Museum curators hope a new exhibit on the University of Minnesota’s St. Paul campus will inspire attendees to think about their own wardrobes in new ways.
Women and Their Wardrobes: Storied Lives, now open in the Goldstein Museum of Design, is the product of two years of work. The exhibit features mid to late-20th century outfits donated to the museum’s collection by three women from different career backgrounds: Margot Siegel, Dolores DeFore and Beth Kessler.
Siegel was a journalist for Women's Wear Daily who traveled across Europe. DeFore worked as a retailer for Dayton’s Department Store and Kessler worked as an occupational therapist.
“These are three very different women, but they all felt joy wearing this clothing,” said co-curator Caren Oberg. “The exhibit gives people the opportunity to think about their own closet and the memories that they associate with their own clothing.”
DeFore said each article of her clothing in the collection — including a Burberry trench coat and her wedding dress from 1954 — has its own history and memories. Her clothes helped her express herself, she said, and working at Dayton’s Department Store allowed her to be around high-end designer fashions that she wore to parties and events.
DeFore bought her wedding dress last-minute after seeing it at a fashion show. The gown was unique for a wedding dress at the time because it was a shirt dress with a slightly shorter length.
“The clothes may be from the past, but most of them can be worn today, and are still in style,” DeFore said.
The museum chose to display this exhibit to showcase its extensive and historic costume collection, which contains pieces from 1775 to the present, said co-curator Marilyn DeLong.
“The clothes in the exhibit are a precursor to what people are wearing now,” said College of Design Dean Carol Strohecker.
Each article of clothing in the exhibit has a description about why it was worn and what the owner liked about the piece, connecting it to historical and personal events taking place at the time. For example, one dress Siegel donated reflects the 1960s Youthquake movement in London that inspired ready-to-wear fashions worldwide.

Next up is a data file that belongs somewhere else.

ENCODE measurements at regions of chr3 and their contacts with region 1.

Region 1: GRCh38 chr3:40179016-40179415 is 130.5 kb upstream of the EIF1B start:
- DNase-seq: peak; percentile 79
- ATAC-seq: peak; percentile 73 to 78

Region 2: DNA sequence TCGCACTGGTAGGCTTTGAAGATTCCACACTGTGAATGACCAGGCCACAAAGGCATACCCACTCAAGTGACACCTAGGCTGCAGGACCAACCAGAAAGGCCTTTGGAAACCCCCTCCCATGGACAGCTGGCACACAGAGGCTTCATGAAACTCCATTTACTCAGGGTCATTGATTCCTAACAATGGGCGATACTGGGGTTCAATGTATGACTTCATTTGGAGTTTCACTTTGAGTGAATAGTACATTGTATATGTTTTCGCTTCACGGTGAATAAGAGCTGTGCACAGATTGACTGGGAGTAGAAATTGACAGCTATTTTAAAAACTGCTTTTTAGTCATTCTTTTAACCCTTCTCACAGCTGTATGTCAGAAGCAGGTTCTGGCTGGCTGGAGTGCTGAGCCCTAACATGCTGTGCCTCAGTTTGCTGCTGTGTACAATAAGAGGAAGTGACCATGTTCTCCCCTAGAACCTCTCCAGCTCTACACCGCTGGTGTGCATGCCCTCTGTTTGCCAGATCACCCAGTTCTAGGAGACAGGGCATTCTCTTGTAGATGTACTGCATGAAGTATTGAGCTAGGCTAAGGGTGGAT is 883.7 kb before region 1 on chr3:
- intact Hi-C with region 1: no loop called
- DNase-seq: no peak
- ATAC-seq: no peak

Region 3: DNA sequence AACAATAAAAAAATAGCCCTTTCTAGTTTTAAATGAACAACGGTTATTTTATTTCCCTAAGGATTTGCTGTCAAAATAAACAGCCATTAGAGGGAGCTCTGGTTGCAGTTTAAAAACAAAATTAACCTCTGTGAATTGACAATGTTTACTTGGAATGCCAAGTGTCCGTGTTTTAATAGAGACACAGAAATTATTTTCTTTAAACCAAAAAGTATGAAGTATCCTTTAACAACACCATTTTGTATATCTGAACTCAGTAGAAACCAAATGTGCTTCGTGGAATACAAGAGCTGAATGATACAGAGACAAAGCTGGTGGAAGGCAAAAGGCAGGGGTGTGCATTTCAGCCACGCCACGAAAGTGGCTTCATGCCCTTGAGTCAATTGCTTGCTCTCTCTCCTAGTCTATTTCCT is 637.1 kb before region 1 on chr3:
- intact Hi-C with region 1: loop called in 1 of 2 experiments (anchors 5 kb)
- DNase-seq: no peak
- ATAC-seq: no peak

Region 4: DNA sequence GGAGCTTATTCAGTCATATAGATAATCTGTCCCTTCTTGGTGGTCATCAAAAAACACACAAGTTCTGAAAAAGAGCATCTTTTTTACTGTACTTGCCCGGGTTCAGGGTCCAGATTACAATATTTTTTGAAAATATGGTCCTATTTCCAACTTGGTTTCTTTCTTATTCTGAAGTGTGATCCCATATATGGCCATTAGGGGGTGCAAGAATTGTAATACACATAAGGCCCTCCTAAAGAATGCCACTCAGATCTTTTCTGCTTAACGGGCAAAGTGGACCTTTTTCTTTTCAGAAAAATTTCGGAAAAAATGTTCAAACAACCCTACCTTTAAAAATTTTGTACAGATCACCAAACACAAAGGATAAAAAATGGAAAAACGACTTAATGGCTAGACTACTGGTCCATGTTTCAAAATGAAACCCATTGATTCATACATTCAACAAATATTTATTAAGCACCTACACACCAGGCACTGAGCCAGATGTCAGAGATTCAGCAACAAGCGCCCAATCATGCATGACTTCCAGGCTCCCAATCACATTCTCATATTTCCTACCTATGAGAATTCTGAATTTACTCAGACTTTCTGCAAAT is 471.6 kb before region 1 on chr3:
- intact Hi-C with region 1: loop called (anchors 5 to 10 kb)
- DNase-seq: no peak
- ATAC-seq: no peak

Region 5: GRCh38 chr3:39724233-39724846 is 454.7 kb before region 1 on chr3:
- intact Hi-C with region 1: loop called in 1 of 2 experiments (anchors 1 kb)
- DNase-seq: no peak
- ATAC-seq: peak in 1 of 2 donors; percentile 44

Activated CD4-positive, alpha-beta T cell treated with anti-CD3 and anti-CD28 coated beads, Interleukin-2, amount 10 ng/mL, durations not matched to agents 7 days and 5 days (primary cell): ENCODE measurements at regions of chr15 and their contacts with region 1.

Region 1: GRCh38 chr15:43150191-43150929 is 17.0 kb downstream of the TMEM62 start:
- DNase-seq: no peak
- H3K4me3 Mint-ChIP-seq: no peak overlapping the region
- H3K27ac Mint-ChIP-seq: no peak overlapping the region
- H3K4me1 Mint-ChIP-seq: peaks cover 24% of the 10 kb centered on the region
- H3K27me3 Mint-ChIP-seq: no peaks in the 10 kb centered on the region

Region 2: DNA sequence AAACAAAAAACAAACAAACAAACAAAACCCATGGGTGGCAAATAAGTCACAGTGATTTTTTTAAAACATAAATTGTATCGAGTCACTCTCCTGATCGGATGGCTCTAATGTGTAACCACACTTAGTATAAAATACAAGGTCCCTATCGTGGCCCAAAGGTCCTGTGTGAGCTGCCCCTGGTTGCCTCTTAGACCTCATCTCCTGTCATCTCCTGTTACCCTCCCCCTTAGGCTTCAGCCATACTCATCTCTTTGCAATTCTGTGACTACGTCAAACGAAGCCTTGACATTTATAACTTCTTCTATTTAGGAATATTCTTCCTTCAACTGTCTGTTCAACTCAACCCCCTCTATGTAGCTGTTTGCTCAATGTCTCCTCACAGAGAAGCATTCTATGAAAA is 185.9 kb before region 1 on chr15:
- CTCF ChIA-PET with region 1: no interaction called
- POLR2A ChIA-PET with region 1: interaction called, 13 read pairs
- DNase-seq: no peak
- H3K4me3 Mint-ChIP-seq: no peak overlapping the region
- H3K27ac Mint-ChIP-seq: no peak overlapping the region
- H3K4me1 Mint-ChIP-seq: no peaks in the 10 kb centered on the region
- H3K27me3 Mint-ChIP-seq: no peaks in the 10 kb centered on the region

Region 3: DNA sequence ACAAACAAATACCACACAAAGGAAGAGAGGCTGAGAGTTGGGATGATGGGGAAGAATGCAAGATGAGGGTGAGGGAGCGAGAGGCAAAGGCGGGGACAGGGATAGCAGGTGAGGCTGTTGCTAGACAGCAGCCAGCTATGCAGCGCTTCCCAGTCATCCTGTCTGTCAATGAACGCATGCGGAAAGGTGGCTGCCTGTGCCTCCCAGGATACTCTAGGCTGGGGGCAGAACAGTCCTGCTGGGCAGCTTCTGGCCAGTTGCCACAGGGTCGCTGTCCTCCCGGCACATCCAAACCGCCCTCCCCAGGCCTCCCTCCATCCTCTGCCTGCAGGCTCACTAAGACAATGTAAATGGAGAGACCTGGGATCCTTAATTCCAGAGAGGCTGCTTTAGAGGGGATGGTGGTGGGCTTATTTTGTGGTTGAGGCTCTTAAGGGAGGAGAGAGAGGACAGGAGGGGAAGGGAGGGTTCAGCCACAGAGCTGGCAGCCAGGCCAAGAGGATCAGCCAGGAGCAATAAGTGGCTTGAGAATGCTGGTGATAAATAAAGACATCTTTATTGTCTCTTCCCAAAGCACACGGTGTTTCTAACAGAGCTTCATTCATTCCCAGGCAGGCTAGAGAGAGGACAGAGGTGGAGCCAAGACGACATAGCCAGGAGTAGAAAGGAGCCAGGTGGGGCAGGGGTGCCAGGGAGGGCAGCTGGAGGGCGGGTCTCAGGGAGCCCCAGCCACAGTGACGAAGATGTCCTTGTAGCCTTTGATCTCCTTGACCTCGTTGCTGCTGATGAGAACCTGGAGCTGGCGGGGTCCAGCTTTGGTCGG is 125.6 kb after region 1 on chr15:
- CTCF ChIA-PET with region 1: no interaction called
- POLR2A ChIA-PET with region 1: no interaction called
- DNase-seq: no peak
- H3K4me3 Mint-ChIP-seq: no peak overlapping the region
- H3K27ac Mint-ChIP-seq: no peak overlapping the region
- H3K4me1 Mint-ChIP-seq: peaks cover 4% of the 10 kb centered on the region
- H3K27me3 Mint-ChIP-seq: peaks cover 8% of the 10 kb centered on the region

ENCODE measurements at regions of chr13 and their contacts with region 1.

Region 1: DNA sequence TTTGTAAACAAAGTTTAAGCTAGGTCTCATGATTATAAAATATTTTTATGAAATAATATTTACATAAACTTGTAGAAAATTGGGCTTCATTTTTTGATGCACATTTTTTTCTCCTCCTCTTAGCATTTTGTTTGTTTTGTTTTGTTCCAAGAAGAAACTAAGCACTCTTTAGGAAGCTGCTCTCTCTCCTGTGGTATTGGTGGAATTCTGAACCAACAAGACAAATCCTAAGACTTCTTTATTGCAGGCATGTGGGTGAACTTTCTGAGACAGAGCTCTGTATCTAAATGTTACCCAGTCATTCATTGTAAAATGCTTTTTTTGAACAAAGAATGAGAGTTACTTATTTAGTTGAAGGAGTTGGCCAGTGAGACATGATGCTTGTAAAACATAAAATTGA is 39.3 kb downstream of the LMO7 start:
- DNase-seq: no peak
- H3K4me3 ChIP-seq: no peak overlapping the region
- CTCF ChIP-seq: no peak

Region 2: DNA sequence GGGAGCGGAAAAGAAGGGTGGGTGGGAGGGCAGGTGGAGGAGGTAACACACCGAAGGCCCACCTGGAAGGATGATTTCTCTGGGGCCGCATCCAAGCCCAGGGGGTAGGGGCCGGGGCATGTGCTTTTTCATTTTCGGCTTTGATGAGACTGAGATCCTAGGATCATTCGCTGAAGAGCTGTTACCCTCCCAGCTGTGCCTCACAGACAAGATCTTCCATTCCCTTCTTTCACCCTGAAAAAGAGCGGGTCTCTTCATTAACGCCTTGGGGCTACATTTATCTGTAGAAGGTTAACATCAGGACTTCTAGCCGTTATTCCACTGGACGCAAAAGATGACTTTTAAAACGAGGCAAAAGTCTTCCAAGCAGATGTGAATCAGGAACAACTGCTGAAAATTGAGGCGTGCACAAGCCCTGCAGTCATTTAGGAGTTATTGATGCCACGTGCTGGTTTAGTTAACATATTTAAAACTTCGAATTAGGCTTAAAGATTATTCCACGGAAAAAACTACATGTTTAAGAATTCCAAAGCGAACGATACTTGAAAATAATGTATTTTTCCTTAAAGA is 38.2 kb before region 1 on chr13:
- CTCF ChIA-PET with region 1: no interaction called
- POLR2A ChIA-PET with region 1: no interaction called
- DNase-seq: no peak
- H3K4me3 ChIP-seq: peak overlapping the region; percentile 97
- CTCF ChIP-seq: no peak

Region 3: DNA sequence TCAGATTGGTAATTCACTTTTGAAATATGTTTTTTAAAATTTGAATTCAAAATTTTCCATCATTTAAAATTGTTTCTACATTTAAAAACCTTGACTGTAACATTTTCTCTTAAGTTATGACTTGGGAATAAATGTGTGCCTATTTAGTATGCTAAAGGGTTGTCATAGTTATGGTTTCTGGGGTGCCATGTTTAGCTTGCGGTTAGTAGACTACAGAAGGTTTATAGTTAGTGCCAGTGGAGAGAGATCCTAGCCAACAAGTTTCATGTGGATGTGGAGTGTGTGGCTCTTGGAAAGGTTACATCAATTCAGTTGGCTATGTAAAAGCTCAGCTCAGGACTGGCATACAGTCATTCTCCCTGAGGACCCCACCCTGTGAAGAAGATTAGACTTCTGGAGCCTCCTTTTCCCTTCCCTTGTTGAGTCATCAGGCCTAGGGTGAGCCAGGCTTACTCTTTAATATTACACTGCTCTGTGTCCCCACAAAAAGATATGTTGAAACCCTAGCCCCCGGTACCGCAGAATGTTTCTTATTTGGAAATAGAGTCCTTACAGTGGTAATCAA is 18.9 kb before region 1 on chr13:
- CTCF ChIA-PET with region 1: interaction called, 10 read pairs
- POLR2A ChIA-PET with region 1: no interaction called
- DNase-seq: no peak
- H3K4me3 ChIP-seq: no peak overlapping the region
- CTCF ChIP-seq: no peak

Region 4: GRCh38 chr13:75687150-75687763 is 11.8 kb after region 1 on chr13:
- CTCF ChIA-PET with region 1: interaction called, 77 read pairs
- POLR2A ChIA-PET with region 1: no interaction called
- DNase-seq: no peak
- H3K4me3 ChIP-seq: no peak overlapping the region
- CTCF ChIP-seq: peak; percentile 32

Most of the clothes in the exhibit were made by high-end designers such as Yves Saint-Laurent and range from office wear to bright and vibrant dresses.
The exhibit also includes interviews from 11 other women who began their careers in the 20th century, describing what motivated them to wear the clothes they did, in order to include as many perspectives and voices as possible, said Museum Director Lin Nelson-Mayson.
In an exhibit display, Kaywin Feldman, the Nivin and Duncan MacMillan director and president at the Minneapolis Institute of Art, describes how her concerns about being judged and doubted for being a woman influenced her fashion choices early in her career as a museum director.
At first, she wore business suits but eventually decided to dress for herself and not for others to better reflect her personality.
“Clothes carry the message that we want to put out and portray what we want to say about ourselves,” Nelson-Mayson said.
The curators hope exhibit visitors will think about why they choose to wear what they do.
“These women wore these clothes not because they had to, but because it was part of their identity,” Nelson-Mayson said.
The exhibit will be on display until May 13.